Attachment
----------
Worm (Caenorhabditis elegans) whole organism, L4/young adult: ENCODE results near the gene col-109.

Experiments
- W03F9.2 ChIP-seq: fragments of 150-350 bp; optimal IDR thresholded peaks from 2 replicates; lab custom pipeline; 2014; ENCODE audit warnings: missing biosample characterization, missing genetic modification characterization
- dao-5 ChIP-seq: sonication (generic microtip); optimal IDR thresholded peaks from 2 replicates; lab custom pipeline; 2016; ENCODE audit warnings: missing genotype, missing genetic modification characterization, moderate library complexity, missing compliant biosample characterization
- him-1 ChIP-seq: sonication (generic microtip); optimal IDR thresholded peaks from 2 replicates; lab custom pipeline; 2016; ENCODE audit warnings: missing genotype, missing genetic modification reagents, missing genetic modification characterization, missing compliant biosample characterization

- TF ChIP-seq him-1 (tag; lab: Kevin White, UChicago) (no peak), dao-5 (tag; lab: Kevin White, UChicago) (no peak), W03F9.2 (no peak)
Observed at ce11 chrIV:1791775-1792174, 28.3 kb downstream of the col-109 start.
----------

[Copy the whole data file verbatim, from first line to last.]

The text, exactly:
Worm (Caenorhabditis elegans) whole organism, L4/young adult: ENCODE results near the gene col-109.

Experiments
- W03F9.2 ChIP-seq: fragments of 150-350 bp; optimal IDR thresholded peaks from 2 replicates; lab custom pipeline; 2014; ENCODE audit warnings: missing biosample characterization, missing genetic modification characterization
- dao-5 ChIP-seq: sonication (generic microtip); optimal IDR thresholded peaks from 2 replicates; lab custom pipeline; 2016; ENCODE audit warnings: missing genotype, missing genetic modification characterization, moderate library complexity, missing compliant biosample characterization
- him-1 ChIP-seq: sonication (generic microtip); optimal IDR thresholded peaks from 2 replicates; lab custom pipeline; 2016; ENCODE audit warnings: missing genotype, missing genetic modification reagents, missing genetic modification characterization, missing compliant biosample characterization

- TF ChIP-seq him-1 (tag; lab: Kevin White, UChicago) (no peak), dao-5 (tag; lab: Kevin White, UChicago) (no peak), W03F9.2 (no peak)
Observed at ce11 chrIV:1791775-1792174, 28.3 kb downstream of the col-109 start.